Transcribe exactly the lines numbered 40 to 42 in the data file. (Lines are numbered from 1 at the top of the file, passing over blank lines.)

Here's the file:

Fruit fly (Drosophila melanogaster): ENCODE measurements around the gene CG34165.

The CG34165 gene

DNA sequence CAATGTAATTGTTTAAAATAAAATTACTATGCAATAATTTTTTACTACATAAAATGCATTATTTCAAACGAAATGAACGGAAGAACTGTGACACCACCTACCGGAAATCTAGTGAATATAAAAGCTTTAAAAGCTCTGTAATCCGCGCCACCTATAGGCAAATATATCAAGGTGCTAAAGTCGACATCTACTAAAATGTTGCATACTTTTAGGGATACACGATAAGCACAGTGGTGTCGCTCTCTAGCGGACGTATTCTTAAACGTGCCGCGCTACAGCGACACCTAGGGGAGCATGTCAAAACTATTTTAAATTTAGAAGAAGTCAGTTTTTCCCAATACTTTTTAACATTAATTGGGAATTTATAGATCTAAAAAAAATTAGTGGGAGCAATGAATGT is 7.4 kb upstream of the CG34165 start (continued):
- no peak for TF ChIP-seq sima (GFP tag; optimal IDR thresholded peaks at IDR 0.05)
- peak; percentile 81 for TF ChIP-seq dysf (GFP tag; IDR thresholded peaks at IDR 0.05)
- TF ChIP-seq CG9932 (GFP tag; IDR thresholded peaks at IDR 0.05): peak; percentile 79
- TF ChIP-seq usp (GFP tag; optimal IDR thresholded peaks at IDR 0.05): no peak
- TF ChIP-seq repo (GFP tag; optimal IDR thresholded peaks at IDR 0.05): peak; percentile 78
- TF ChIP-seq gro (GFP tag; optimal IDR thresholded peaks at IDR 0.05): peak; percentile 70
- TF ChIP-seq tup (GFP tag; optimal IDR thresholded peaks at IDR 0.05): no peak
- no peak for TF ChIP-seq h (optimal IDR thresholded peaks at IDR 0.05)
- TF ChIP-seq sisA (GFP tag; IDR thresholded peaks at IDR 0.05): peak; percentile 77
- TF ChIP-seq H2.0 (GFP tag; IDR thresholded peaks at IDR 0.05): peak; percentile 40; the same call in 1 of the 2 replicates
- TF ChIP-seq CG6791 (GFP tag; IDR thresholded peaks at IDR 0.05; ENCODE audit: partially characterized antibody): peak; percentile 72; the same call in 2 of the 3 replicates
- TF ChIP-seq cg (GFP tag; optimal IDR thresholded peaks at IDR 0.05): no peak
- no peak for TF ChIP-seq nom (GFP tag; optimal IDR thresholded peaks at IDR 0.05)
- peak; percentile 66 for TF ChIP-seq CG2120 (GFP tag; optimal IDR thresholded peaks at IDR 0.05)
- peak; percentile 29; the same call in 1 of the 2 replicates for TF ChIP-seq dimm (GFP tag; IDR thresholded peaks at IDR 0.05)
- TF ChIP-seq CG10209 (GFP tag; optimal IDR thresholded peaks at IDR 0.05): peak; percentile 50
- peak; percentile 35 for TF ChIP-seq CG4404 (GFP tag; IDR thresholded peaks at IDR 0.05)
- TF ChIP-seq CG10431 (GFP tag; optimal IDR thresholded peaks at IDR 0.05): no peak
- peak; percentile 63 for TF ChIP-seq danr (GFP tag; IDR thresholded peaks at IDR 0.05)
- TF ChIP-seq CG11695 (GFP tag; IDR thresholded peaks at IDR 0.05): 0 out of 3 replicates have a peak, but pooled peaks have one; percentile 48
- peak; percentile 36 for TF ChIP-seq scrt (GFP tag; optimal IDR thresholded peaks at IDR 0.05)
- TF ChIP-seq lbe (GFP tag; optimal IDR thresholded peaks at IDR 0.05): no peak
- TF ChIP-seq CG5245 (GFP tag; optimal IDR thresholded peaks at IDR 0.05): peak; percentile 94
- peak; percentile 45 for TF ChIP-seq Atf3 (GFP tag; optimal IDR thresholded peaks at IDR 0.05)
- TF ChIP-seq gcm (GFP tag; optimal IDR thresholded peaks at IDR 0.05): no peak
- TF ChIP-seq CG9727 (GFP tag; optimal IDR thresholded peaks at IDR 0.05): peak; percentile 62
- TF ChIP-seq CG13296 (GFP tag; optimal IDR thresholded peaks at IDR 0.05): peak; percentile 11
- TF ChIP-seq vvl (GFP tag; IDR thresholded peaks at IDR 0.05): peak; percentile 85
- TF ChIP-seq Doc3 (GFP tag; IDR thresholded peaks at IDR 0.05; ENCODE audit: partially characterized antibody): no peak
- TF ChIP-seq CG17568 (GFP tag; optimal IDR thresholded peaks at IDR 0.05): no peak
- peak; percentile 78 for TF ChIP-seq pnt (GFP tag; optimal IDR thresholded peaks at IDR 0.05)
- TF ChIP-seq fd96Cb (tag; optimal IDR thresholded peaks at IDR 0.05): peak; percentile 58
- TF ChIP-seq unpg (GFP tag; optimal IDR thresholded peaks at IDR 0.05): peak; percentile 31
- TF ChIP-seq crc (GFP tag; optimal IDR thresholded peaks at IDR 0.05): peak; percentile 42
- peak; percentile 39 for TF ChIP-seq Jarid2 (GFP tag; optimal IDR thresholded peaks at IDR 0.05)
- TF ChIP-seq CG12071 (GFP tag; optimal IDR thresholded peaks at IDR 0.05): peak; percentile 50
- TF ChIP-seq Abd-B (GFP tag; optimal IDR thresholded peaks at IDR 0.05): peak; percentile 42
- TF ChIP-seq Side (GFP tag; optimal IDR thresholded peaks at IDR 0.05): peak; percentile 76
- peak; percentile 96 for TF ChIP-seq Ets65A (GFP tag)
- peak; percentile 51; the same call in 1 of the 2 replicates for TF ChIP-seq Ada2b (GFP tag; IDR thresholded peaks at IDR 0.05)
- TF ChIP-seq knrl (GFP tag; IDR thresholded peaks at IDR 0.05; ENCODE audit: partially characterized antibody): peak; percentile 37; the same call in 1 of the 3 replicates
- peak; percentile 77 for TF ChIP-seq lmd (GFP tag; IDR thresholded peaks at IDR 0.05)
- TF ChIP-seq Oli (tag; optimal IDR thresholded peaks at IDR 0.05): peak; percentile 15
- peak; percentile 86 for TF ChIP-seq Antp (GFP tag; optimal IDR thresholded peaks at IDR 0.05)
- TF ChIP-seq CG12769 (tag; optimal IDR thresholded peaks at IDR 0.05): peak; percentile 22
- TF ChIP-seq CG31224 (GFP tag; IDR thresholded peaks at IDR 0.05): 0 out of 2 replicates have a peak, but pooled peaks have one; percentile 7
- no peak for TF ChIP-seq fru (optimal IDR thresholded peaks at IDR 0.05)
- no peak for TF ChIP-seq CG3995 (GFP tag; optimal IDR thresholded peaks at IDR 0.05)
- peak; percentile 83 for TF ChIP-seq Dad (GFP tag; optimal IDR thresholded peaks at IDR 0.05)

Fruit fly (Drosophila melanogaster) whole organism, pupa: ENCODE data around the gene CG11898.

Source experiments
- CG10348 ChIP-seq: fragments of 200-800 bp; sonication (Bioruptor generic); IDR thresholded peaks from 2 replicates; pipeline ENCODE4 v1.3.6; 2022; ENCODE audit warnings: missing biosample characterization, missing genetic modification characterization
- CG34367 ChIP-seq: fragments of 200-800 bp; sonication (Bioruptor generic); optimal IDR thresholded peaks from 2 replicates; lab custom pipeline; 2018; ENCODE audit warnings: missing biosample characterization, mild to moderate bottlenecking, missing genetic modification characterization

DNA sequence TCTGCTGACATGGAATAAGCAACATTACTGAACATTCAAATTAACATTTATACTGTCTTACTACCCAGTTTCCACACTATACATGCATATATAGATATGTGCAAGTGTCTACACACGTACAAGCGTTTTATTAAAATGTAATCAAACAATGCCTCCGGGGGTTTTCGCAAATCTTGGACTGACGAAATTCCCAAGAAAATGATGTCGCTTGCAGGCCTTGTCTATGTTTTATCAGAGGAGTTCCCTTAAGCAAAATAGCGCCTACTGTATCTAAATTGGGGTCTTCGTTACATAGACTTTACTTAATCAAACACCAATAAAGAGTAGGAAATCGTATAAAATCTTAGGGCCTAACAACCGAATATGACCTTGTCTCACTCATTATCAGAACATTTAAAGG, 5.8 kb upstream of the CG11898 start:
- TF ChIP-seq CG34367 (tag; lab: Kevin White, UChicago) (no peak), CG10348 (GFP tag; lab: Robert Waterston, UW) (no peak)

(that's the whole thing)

- TF ChIP-seq Abd-B (GFP tag; optimal IDR thresholded peaks at IDR 0.05): peak; percentile 42
- TF ChIP-seq Side (GFP tag; optimal IDR thresholded peaks at IDR 0.05): peak; percentile 76
- peak; percentile 96 for TF ChIP-seq Ets65A (GFP tag)